According to the Drug Enforcement Administration, it is estimated that 25% of all drugs on the street are laced with fentanyl. Earlier this month in Castaic a man and woman were arrested after deputies discovered over 7,000 pills resembling Percocet that were mixed with fentanyl.
Seven thousand pills in our valley is terrifying considering the fentanyl awareness slogan is “One Pill Can Kill.”
Law enforcement has its hands full trying to keep dealers from peddling their poison throughout our community, but why isn’t anything being done in Sacramento?
The short answer is Democrats and Republicans agree that something needs to be done. But when it comes to accountability for fentanyl dealers, that’s where the Democrats fail. They fail to act not because they disagree with Republicans, but because they can’t agree with each other.
The most recent example was a bill I coauthored, Senate Bill 44 (Tom Umberg, D-Santa Ana), which would have formally notified a person convicted for dealing fentanyl that if they are arrested again for a fentanyl-related offense, and someone has died as a result of their actions, they could be charged with second-degree murder.
It is also known as “Alexandra’s Law” after Alexandra Capelouto, a 20-year-old college student who unknowingly consumed five times the amount of fatal fentanyl just two days before Christmas in 2019.
Sadly, her story is all too familiar for so many families. The odds are you likely have a loved one who has died as a result of fentanyl or are close to someone who has experienced such profound loss.
“Alexandra’s Law” was a very simple measure with 41 coauthors on both sides of the aisle. I went to the Senate Public Safety Committee hearing to voice my strong support for the bill. San Francisco District Attorney Brooke Jenkins was there in person to testify to her strong support of the bill and share graphic stories of the toll fentanyl is taking on her county.
It essentially mirrored what we already do for those convicted of a DUI. Yet even this most basic measure, introduced by a Democrat, was killed.
The same situation is happening over in the Assembly, where a bill that would have increased penalties and jail time for fentanyl dealers was denied a hearing.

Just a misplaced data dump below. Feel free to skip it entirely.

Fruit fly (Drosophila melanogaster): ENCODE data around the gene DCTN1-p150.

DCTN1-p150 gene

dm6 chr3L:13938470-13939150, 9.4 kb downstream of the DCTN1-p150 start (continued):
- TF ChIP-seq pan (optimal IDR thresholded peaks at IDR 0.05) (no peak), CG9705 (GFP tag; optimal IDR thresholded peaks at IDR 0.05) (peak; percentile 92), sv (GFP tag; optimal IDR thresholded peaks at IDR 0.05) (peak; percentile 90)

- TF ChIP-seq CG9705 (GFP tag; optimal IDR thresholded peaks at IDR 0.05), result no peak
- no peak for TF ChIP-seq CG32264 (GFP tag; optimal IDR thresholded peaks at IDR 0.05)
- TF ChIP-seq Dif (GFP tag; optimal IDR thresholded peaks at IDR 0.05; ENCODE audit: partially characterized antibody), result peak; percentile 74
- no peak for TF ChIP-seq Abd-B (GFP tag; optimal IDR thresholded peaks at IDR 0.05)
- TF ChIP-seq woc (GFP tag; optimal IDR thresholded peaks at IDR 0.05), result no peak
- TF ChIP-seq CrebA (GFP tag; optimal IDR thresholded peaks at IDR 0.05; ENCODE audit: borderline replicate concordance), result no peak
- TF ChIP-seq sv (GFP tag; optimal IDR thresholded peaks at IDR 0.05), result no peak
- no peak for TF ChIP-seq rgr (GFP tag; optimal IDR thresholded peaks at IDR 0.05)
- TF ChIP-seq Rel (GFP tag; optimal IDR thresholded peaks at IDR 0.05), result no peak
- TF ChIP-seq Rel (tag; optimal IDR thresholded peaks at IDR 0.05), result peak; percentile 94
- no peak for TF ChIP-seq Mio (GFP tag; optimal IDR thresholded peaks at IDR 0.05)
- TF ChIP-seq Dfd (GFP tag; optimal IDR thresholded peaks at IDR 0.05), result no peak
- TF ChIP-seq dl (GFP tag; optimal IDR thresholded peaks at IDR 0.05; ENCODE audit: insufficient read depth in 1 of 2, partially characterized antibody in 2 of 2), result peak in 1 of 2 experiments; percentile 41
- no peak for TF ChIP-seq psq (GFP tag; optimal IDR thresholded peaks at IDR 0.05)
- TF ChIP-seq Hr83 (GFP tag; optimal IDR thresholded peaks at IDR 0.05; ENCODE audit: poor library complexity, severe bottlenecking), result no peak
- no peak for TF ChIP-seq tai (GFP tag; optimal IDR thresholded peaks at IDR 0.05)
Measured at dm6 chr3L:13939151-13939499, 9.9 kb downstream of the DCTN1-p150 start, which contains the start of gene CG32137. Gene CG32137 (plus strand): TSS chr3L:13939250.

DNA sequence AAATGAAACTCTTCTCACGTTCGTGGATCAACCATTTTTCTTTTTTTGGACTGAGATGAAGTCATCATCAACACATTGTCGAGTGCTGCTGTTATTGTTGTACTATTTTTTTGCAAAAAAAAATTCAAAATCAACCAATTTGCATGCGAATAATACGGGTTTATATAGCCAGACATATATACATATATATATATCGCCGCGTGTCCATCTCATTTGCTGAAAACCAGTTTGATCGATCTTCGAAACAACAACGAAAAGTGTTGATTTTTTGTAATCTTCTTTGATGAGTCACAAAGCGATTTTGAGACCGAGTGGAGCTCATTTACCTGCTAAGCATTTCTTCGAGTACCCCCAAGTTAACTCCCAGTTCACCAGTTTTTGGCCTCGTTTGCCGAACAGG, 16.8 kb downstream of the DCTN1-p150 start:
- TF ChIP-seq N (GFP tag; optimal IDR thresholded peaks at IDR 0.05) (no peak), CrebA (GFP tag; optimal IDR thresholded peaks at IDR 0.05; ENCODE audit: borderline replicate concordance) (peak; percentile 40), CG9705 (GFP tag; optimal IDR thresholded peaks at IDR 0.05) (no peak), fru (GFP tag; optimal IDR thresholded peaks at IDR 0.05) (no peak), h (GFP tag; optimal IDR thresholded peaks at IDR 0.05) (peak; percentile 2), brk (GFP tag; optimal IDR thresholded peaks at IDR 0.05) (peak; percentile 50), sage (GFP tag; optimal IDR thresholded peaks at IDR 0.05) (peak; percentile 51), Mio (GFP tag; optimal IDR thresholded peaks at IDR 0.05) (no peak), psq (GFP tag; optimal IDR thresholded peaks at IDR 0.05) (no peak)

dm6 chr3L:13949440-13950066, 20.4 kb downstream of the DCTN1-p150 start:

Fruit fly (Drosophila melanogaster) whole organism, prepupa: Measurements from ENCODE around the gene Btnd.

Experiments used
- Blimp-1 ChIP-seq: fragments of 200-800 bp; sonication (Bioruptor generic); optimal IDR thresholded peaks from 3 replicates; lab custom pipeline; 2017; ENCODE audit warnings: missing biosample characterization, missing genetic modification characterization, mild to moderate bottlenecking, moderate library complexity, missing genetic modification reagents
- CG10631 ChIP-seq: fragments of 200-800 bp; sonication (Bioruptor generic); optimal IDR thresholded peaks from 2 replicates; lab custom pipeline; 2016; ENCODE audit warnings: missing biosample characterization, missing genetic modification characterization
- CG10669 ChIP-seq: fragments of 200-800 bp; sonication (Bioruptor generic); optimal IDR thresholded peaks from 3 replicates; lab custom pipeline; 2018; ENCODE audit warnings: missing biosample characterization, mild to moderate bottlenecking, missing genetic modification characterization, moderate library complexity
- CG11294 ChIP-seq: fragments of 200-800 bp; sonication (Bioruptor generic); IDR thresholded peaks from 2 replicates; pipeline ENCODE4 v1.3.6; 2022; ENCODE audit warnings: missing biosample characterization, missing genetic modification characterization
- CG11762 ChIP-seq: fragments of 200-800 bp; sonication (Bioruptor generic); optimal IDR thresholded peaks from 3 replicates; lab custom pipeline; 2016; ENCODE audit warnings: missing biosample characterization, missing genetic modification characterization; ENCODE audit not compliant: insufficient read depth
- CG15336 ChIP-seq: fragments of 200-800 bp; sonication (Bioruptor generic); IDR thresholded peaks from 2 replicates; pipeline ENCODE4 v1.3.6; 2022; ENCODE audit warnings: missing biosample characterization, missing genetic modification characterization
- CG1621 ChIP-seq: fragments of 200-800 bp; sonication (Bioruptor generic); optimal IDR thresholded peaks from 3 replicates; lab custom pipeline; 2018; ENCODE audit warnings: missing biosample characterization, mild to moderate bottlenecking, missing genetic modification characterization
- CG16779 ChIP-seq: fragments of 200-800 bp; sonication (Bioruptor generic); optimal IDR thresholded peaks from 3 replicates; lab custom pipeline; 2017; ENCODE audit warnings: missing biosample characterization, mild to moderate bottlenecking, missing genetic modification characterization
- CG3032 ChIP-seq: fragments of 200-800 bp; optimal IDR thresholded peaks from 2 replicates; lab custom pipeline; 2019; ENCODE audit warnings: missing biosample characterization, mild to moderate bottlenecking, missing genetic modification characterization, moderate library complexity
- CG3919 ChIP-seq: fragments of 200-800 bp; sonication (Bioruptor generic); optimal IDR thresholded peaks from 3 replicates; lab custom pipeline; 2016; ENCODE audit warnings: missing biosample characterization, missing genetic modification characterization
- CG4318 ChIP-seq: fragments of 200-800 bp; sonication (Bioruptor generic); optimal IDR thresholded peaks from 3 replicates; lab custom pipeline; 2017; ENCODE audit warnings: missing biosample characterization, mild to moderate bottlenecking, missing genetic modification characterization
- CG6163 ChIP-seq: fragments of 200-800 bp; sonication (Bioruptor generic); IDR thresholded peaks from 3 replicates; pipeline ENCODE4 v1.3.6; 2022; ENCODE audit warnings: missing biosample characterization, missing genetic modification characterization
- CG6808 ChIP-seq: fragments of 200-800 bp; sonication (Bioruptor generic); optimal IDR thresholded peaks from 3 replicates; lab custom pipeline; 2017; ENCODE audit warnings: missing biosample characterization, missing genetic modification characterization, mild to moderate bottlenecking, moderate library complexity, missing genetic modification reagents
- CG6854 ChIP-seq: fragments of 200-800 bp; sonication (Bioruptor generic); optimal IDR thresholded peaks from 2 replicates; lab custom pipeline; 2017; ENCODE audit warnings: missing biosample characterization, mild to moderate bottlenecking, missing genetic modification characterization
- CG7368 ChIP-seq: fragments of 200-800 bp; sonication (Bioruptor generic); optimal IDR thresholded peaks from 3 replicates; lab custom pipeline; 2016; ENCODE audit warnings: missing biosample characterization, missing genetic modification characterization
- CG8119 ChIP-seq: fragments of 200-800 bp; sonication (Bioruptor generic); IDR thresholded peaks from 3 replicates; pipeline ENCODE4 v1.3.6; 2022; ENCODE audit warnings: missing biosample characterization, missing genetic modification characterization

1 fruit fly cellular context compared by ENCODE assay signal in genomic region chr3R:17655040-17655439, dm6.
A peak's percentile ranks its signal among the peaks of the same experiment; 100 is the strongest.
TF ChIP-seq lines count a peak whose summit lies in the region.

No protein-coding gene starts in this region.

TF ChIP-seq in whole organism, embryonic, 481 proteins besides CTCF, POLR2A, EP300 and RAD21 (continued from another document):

In California in 2021, 224 teens ages 15-19 died from fentanyl-related overdoses. To not to even consider an ounce of accountability is beyond me.
The addition of fentanyl to our worst-in-the-nation homelessness problem and rising crime rates is akin to spraying lighter fluid on a fire.
The Walking Dead-like scenes we see out of Los Angeles and San Francisco are not unique to big-city settings. Fentanyl is right here, too – in our communities, in our schools, in our homes – and it is thriving.
It is now the leading cause of death among adults 18-45 in the United States. It is 50 times more powerful than heroin, 100 times more powerful than morphine, and all it takes is a 0.02-milligram speck to constitute a fatal dose.
That speck is so tiny you could fit it on the tip of a pencil.
In California in 2021, there were nearly 6,000 fentanyl-related deaths. Here at home, in Santa Clarita more than 30 people lost their lives to fentanyl-related overdoses in 2022, and one horrific day in December paramedics responded to two overdose incidents involving five people.
Taking advantage of the opioid epidemic, fentanyl manufacturers and dealers most commonly lace the synthetic drug into pills that resemble legitimate prescriptions. And smartphones enable anyone, including teens, to get their hands on deadly counterfeit pills with a simple swipe of a finger.
In many instances, teens think they are buying Percocet or Adderall, but do not know that the pill they just swallowed has that deadly speck of fentanyl inside it. While kids seeking out pills online is already worthy of a serious discussion at home, it is abundantly clear that the fentanyl crisis is a different beast.
It is pure poison.
We cannot continue to enable and embolden criminals who have zero regard for human life. If we want to stop more senseless deaths, the very least the Legislature should do is hold dealers responsible for their deadly actions.
Sen. Scott Wilk represents the 21st Senate District, which includes the Antelope, Santa Clarita and Victor valleys. “Right Here, Right Now” appears Saturdays and rotates among local Republicans.